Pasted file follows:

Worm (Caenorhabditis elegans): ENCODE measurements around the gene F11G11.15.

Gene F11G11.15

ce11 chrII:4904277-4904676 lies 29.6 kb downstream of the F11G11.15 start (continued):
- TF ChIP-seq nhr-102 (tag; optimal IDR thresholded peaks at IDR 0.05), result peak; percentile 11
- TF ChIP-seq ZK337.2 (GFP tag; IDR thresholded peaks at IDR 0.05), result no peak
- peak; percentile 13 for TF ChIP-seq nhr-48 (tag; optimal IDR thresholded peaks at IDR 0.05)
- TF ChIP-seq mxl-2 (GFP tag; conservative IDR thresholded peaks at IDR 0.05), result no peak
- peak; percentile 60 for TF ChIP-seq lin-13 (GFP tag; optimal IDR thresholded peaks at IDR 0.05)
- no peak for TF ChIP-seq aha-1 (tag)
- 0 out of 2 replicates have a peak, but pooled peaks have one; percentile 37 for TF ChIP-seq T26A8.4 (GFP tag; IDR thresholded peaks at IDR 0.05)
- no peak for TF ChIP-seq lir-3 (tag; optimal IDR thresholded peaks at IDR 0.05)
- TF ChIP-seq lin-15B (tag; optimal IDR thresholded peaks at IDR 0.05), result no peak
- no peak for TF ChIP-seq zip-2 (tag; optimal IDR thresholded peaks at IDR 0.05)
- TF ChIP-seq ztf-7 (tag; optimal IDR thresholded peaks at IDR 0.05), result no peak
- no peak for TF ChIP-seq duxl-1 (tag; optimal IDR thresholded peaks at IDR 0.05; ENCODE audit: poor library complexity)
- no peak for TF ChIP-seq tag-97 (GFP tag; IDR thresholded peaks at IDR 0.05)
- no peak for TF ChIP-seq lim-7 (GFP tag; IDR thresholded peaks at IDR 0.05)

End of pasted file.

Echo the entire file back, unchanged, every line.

Worm (Caenorhabditis elegans): ENCODE measurements around the gene F11G11.15.

Gene F11G11.15

ce11 chrII:4904277-4904676 lies 29.6 kb downstream of the F11G11.15 start (continued):
- TF ChIP-seq nhr-102 (tag; optimal IDR thresholded peaks at IDR 0.05), result peak; percentile 11
- TF ChIP-seq ZK337.2 (GFP tag; IDR thresholded peaks at IDR 0.05), result no peak
- peak; percentile 13 for TF ChIP-seq nhr-48 (tag; optimal IDR thresholded peaks at IDR 0.05)
- TF ChIP-seq mxl-2 (GFP tag; conservative IDR thresholded peaks at IDR 0.05), result no peak
- peak; percentile 60 for TF ChIP-seq lin-13 (GFP tag; optimal IDR thresholded peaks at IDR 0.05)
- no peak for TF ChIP-seq aha-1 (tag)
- 0 out of 2 replicates have a peak, but pooled peaks have one; percentile 37 for TF ChIP-seq T26A8.4 (GFP tag; IDR thresholded peaks at IDR 0.05)
- no peak for TF ChIP-seq lir-3 (tag; optimal IDR thresholded peaks at IDR 0.05)
- TF ChIP-seq lin-15B (tag; optimal IDR thresholded peaks at IDR 0.05), result no peak
- no peak for TF ChIP-seq zip-2 (tag; optimal IDR thresholded peaks at IDR 0.05)
- TF ChIP-seq ztf-7 (tag; optimal IDR thresholded peaks at IDR 0.05), result no peak
- no peak for TF ChIP-seq duxl-1 (tag; optimal IDR thresholded peaks at IDR 0.05; ENCODE audit: poor library complexity)
- no peak for TF ChIP-seq tag-97 (GFP tag; IDR thresholded peaks at IDR 0.05)
- no peak for TF ChIP-seq lim-7 (GFP tag; IDR thresholded peaks at IDR 0.05)